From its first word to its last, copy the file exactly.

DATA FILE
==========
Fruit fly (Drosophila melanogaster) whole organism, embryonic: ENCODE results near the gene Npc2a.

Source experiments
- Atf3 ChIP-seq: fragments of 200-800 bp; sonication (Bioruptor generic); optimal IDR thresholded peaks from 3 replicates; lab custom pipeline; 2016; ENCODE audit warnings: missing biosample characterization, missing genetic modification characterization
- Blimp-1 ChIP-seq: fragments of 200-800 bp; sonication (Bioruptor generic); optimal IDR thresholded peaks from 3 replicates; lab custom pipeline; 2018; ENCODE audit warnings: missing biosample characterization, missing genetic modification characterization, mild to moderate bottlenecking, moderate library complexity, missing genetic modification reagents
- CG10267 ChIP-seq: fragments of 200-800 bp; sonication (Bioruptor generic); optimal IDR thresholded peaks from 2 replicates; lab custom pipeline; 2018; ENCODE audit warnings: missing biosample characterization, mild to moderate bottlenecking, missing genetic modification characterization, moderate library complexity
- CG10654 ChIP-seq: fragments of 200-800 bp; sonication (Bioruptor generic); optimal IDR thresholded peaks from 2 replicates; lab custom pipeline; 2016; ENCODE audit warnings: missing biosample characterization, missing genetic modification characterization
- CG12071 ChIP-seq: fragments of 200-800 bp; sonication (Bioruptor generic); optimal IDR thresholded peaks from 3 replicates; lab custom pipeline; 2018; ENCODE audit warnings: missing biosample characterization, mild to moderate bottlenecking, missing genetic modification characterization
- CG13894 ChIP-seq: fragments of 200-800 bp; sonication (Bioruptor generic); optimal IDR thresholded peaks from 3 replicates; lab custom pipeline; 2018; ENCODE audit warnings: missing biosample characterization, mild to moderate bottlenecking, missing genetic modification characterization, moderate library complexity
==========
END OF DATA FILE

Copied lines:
Fruit fly (Drosophila melanogaster) whole organism, embryonic: ENCODE results near the gene Npc2a.

Source experiments
- Atf3 ChIP-seq: fragments of 200-800 bp; sonication (Bioruptor generic); optimal IDR thresholded peaks from 3 replicates; lab custom pipeline; 2016; ENCODE audit warnings: missing biosample characterization, missing genetic modification characterization
- Blimp-1 ChIP-seq: fragments of 200-800 bp; sonication (Bioruptor generic); optimal IDR thresholded peaks from 3 replicates; lab custom pipeline; 2018; ENCODE audit warnings: missing biosample characterization, missing genetic modification characterization, mild to moderate bottlenecking, moderate library complexity, missing genetic modification reagents
- CG10267 ChIP-seq: fragments of 200-800 bp; sonication (Bioruptor generic); optimal IDR thresholded peaks from 2 replicates; lab custom pipeline; 2018; ENCODE audit warnings: missing biosample characterization, mild to moderate bottlenecking, missing genetic modification characterization, moderate library complexity
- CG10654 ChIP-seq: fragments of 200-800 bp; sonication (Bioruptor generic); optimal IDR thresholded peaks from 2 replicates; lab custom pipeline; 2016; ENCODE audit warnings: missing biosample characterization, missing genetic modification characterization
- CG12071 ChIP-seq: fragments of 200-800 bp; sonication (Bioruptor generic); optimal IDR thresholded peaks from 3 replicates; lab custom pipeline; 2018; ENCODE audit warnings: missing biosample characterization, mild to moderate bottlenecking, missing genetic modification characterization
- CG13894 ChIP-seq: fragments of 200-800 bp; sonication (Bioruptor generic); optimal IDR thresholded peaks from 3 replicates; lab custom pipeline; 2018; ENCODE audit warnings: missing biosample characterization, mild to moderate bottlenecking, missing genetic modification characterization, moderate library complexity